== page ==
Surtsey island could hold answer to stronger concrete

  • The scientists plan on drilling two holes. Image credit: Nature
  • The volcano island of Surtsey, 16 days after the eruption in 1963. Image credit: Howell Williams
Date:26 July 2017 Tags:, , , ,

The island of Surtsey is made of extremely durable volcanic rock, with all the same ingredients as sturdy Roman concrete.

By Avery Thompson

Concrete is one of the world’s most versatile building materials. It’s used to build everything from sidewalks to buildings to dams. It holds up incredibly well under stress and pressure. But to build the world’s strongest concrete scientists are going to have to take a lesson from ancient Rome.

Ancient Roman concrete is the strongest in the world, so durable it survived 2000 years of environmental damage. Many Roman concrete structures stand just as tall today as when they were built. This is because of a unique concrete formula that scientists are still trying to figure out.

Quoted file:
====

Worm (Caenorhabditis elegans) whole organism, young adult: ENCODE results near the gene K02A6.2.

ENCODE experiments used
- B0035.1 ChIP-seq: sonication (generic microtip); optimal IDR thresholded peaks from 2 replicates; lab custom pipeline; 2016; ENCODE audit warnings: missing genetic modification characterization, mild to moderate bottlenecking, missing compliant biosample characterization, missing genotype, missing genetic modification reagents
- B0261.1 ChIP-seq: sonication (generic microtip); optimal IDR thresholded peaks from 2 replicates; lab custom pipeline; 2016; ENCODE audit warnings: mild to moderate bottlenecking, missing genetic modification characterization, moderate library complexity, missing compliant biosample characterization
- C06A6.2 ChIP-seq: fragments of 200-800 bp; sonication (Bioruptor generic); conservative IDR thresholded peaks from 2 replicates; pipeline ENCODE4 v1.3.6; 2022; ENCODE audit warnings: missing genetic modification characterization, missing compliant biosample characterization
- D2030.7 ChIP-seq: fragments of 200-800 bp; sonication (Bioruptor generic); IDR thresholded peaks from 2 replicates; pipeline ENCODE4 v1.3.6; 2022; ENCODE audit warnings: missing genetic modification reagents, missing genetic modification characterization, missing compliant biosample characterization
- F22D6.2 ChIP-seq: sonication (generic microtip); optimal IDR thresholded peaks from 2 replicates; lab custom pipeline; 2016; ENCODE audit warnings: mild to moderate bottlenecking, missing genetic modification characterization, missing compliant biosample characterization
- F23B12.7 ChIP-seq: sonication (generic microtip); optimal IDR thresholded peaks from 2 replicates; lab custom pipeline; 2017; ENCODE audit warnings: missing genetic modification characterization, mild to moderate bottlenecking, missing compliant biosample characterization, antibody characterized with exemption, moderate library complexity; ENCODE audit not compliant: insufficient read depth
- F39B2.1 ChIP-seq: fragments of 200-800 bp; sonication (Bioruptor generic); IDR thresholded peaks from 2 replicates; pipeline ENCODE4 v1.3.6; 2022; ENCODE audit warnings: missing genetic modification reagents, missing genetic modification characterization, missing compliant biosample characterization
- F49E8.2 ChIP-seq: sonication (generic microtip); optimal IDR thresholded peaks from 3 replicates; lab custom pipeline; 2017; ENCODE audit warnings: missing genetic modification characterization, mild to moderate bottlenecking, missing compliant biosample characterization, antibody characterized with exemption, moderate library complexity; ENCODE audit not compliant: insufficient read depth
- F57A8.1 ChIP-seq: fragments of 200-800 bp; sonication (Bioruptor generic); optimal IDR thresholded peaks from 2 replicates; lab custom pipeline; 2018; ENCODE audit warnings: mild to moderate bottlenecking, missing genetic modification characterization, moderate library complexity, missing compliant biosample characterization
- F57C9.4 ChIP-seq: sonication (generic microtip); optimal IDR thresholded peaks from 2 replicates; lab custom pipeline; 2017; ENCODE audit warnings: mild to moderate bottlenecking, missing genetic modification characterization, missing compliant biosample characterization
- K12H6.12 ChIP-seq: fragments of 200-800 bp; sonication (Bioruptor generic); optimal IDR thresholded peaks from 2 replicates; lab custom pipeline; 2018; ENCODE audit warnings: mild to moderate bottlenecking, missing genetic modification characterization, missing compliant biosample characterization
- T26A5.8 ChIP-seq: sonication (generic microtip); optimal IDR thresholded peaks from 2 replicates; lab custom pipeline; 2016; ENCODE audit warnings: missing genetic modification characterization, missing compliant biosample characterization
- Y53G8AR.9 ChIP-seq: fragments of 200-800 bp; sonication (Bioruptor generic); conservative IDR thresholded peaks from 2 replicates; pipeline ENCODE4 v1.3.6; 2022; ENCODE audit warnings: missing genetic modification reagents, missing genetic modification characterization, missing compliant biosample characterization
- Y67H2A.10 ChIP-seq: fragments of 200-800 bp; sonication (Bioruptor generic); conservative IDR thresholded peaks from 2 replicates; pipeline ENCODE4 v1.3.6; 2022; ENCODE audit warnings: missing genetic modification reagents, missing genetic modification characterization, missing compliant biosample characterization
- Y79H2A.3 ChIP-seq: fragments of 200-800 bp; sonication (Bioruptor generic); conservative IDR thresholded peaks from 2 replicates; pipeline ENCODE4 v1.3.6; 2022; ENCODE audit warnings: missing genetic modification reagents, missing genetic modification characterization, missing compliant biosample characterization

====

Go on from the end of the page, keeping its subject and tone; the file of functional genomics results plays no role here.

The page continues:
But they have a clue, and a group of scientists are traveling to the island of Surtsey in Iceland to drill a bunch of holes and hopefully find the answer.

The drilling plans for Surtsey island:

The plans to drill at Surtsey.

While the specific recipe for Roman concrete has been lost to history, we know the recipe involved volcanic ash and seawater. So to find out more, scientists are traveling to Surtsey, an entire island made out of volcanic ash and seawater. Surtsey was formed by an underwater volcanic eruption in 1963, and it could provide the missing ingredients for making Roman concrete.

The scientists will drill two holes, one parallel to a hole drilled back in 1979 and another at an angle. The first hole will enable scientists to study microbial life inside the volcanic rock. The second hole will allow them to study how the rocks and minerals formed. It’s this second hole that could provide clues to Roman concrete.

Surtsey is unique because when it formed the mixture of heat, volcanic material, and seawater created hydrothermal minerals that strengthened the rock. This makes Surtsey much more durable than other volcanic islands, and if we could understand this unique durability and strength we just might be able to reproduce it.

Source: Nature

 

 

 

 

This article was originally written for and published by Popular Mechanics USA.